army, and a circle of finished redoubts, yet I shall not pause. The expeditions from Memphis, Vicksburg, and Baton Rouge are most important and will keep employed the forces of the enemy that might be mischievous to my rear; also the move on Mobile will be most opportune, no matter in what strength, even if confined to a feint. On the 9th I start a lightly equipped cavalry force of about 3,000, without wagons, from Decatur, Ala., to Opelika, to break up the single track from Montgomery eastward; the effect of which will be separate Alabama from Georgia. This force may be compelled to go to Pensacola. Please let the commanding officer at Pensacola look out for them about the 20th to 25th of July. If they make Pensacola they will leave horses there, and come back to Tennessee by water. Major-General Rousseau will command.
W. T. SHERMAN,
SPECIAL FIELD ORDERS,
HDQRS. ARMY OF THE OHIO, Numbers 46. Smyrna Camp-Ground, Ga., July 7, 1864.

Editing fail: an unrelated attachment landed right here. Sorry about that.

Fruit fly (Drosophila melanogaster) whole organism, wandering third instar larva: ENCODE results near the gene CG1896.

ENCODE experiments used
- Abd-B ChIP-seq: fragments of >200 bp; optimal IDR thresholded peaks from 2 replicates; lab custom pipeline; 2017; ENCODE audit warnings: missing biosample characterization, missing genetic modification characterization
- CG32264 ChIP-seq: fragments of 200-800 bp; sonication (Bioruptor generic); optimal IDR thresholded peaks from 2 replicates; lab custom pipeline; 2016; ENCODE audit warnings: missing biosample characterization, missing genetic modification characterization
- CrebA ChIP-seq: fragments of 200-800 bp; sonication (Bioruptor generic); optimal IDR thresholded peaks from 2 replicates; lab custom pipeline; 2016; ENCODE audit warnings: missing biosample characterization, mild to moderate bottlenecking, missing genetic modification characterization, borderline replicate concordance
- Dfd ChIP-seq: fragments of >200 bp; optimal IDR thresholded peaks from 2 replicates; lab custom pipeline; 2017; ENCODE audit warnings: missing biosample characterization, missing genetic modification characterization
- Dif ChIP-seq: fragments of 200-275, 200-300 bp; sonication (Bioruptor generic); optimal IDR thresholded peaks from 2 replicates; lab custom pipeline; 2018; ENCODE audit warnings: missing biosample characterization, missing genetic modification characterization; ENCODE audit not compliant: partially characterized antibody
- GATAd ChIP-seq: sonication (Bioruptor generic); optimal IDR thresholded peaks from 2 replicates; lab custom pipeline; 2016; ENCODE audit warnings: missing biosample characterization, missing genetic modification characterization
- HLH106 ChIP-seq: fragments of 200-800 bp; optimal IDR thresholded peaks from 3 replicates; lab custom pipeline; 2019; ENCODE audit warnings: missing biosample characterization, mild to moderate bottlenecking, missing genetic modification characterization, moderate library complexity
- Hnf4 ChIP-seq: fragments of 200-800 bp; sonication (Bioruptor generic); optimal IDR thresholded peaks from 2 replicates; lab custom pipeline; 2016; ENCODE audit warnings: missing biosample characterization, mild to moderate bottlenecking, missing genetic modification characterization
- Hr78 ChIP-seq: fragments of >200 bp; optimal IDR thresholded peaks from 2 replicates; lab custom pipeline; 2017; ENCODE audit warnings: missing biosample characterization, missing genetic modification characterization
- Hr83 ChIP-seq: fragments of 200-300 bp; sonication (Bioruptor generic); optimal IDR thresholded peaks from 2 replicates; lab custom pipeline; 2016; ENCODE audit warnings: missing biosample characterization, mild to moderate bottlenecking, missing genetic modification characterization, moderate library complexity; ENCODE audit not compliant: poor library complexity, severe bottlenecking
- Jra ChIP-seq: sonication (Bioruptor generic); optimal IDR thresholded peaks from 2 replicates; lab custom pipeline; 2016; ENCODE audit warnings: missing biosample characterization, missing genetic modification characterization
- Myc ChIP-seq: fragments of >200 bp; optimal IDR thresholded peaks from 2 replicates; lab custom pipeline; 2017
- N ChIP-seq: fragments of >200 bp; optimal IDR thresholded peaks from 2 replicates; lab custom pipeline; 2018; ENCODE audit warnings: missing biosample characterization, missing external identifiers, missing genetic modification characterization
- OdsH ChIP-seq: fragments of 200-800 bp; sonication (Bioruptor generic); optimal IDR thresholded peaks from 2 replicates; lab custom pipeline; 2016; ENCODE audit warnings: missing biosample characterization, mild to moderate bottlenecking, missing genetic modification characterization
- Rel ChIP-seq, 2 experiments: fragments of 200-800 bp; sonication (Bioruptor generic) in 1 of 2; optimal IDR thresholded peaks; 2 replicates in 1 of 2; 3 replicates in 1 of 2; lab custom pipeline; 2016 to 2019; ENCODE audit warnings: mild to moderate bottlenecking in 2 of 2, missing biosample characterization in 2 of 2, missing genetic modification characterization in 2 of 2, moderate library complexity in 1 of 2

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II. The corps will endeavor to effect a crossing of the Chattahoochee to-morrow. The point selected for the crossing is near the mouth of Soap Creek. The troops will march at 4 a.m., the Third Division in advance. General Hascall's artillery will move near the head of his column, in order that it may be at hand to cover the crossing. The trains of both divisions will move in rear of the corps. One brigade of the Third Division will cross Soap Creek at the paper-factory, about a mile above its mouth, and move down the road toward the bank of the river, keeping out of view from the opposite bank. The brigade commander will deploy a strong line of skirmishers, with large reserves, behind the ridge near the river, and prepare a party of about fifty good men to lead the crossing and effect a lodgment on the opposite side. The men should be tall and strong, on account of the possible difficulty in fording. It is not necessary to select men from the Twenty-third Corps for their bravery. The brigade commander will keep his men out of sight, and not open fire unless the enemy's pickets be found on this side of the river, in which case he will drive them away without throwing any more force than necessary for the purpose. The point of crossing for the advance is an old fish-dam, constituting a practicable ford for infantry, about half a mile above the mouth of Soap Creek. The brigade commander will report the completion of the above predations and await further orders. General Cox will mass the remainder of his division on the west side of Soap Creek and in rear of the ridges bordering the river, and reconnoiter for position for his artillery. General Hascall will mass his division in a convenient position in rear of that of General Cox and send forward his artillery to report to the chief of artillery. General Cox will cause his skirmishers to be deployed, under cover, ready to advance to the river-bank. The artillery will be ready to move into position, and the troops will clear the road for the pontoon train, which will follow immediately after the infantry. Every precaution must be taken to avoid any display of force until the order is given to commence operations. Even groups of officers should not be seen by the enemy. This precaution is very important, since much delay may occur in perfecting the arrangements necessary to success, whereby the enemy, if warned of our intentions, might have